The Schipperke has roots tracing back to the 17th century in Belgium where it is believed to have been derived from a black sheepdog known as Leauvenaar. The Schipperke excelled in hunting small vermin such as rats and mice and often could found as a captain’s dog working on canal barges. They were also very popular as a watchdog and faithful companion, but also used to herd livestock.
Schipperkes were first imported to the United States in 1888 and were officially recognized by the American Kennel Club in the Non-sporting Group in 1904. Today they are most commonly used as companion dogs.
Height: The height for a Schipperke is between 10 to 13 inches (25 – 33 cm) tall at the shoulder. Bitches are a bit shorter. This is considered ideal by AKC Standard. The Schipperke has a square build.
Weight: The weight of Schipperke is between 12-18 pounds (5.5-8 kg).
Coat Type: The Schipperke has a profuse, thick and harsh outer coat. The undercoat is thick and soft. It is very thick and longer around the neck forming a ruff which extends in different lengths down the front (the coat has several distinct lengths). Grooming of the Schipperke’s coat includes weekly brushing (making sure you reach the undercoat) and trimming of his whiskers or the hair between the pads of the feet. The coat should be left in its natural shape. The Schipperke is a moderate shedder. Up to three times a year, the undercoat can ‘blow’ (shed) for several days up to several weeks. It will then take two to three months for the undercoat to grow back.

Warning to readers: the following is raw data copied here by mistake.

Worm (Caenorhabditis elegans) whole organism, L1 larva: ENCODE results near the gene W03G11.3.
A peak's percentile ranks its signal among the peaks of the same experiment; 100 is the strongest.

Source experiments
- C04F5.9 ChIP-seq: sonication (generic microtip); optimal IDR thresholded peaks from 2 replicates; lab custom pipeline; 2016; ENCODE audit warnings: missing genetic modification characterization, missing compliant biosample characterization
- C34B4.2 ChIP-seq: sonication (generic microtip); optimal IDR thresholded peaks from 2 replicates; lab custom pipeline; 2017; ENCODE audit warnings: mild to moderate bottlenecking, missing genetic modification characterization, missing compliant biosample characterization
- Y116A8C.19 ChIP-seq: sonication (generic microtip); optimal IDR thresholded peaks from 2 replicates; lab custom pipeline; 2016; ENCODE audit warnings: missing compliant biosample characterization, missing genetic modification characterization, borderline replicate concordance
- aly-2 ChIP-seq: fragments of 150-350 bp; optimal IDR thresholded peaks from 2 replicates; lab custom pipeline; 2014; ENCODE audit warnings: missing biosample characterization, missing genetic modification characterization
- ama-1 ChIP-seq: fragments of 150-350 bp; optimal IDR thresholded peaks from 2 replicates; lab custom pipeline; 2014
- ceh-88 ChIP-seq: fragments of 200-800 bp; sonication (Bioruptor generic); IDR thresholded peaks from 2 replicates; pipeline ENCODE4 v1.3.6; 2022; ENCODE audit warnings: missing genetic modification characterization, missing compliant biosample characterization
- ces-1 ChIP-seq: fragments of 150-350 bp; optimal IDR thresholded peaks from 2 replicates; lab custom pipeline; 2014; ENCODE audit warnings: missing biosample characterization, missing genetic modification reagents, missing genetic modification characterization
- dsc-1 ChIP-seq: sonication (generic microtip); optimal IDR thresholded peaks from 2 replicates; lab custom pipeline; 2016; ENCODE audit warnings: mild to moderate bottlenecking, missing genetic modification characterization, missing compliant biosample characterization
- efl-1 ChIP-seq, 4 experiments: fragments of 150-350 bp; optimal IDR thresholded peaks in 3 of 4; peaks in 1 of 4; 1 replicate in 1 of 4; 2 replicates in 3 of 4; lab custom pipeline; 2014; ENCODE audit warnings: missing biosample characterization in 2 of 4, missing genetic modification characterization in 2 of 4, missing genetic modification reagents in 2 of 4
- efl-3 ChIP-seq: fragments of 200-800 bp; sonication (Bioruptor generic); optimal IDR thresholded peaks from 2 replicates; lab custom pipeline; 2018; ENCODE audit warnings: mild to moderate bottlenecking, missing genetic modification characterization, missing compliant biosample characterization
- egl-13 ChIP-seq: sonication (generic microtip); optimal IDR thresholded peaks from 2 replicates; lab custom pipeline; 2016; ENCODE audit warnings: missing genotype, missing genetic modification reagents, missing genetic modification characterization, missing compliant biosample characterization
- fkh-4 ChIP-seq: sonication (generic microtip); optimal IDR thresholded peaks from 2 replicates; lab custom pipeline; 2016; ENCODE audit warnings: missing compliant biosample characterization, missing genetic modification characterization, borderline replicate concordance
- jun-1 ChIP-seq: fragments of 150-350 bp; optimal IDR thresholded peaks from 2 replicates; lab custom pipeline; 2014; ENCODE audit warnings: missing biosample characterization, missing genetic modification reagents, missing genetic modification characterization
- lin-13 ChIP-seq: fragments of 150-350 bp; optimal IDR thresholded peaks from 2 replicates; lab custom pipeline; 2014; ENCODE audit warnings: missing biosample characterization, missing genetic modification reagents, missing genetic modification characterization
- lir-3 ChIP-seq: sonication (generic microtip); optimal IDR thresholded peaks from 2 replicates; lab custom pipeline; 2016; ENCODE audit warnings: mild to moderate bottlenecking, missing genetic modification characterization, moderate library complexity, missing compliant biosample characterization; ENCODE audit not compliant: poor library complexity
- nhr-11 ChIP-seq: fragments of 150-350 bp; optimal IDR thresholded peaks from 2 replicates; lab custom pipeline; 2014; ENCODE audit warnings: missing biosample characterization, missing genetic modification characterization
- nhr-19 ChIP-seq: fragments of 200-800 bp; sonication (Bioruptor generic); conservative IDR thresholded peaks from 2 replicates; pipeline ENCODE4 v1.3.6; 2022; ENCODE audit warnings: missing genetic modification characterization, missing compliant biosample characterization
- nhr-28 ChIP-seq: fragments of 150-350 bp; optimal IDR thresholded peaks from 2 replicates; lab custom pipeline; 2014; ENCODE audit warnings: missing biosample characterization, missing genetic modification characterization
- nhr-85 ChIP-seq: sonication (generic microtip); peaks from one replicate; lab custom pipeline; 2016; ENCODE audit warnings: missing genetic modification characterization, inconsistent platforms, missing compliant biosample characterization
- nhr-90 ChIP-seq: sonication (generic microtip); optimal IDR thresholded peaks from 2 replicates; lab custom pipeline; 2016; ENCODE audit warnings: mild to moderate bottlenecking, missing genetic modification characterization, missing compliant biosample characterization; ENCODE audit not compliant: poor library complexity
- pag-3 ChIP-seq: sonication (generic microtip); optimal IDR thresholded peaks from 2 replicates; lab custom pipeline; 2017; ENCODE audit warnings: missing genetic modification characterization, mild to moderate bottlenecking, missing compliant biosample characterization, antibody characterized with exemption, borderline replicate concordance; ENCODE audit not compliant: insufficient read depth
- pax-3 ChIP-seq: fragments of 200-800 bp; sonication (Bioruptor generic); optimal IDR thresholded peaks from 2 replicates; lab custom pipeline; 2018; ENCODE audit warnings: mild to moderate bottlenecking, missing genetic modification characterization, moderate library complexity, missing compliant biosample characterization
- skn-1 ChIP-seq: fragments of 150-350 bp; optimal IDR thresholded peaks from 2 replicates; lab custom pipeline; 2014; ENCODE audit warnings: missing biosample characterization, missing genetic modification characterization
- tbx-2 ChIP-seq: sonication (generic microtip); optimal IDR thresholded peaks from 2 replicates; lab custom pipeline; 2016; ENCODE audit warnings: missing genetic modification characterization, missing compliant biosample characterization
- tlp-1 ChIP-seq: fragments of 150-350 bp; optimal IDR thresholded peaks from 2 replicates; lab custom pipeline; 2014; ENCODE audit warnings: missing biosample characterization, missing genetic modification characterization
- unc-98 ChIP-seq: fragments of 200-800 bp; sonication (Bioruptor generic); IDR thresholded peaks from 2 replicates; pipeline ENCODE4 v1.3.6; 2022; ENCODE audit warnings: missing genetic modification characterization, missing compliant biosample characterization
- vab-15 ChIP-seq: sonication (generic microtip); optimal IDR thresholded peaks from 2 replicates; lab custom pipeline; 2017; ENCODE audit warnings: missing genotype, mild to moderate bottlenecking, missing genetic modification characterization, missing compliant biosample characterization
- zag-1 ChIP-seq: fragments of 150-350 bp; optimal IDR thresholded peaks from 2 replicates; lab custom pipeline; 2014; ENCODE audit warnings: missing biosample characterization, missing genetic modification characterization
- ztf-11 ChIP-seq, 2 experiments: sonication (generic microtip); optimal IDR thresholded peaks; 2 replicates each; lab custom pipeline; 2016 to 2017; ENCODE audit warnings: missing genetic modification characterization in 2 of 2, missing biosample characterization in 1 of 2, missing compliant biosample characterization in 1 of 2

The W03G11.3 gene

Color: The color of the Schipperke’s coat is black. The undercoat may be a bit lighter and when shedding, there may be a (temporary) reddish cast.
Temperament: The Schipperke is an excellent companion and watch dog. He is loving, loyal, full of energy, alert and very good with children. The Schipperke is mischievous and curious. Socialization should start at an early age and he should also be trained – which isn’t difficult since the Schipperke is smart and eager to learn. Behavior problems can exist if the Schipperke is allowed to rule the home, therefore, it’s very important for its owner to have strong and consistent leadership skills. Schipperkes are active, tireless and will become destructive if bored. They need daily exercise such as long walks including free play and the opportunity to run in a secure area which are all considered ideal.
Health Concerns: The Schipperke does not have any breed specific health problems other than an inherited disease called MPS IIIB. This genetic mutation affects maybe as much as 15% of these type dogs. To help keep your Schipperke in good heath, it’s important not to overfeed him and to give him plenty of exercise. Schipperkes are known to live up to the age of 15 and longer.
• The Schipperke has been referred to as Tasmanian black devil, little black devil, Little Captain, Little Sailor, Spitzke and Belgian barge (or ship) dog.
• The Schipperke coat of different lengths gives it a unique silhouette which is unlike any other breed.
• Schipperkelittle means little shepherd in Flemish (Dutch language spoken in northern Belgium).
AKC: Non-sporting Group
ANKC: Non-sporting Group 7
CKC: Non-sporting Group 6
FCI: Group 1 Section 1 Sheepdogs
UKC: Companion breeds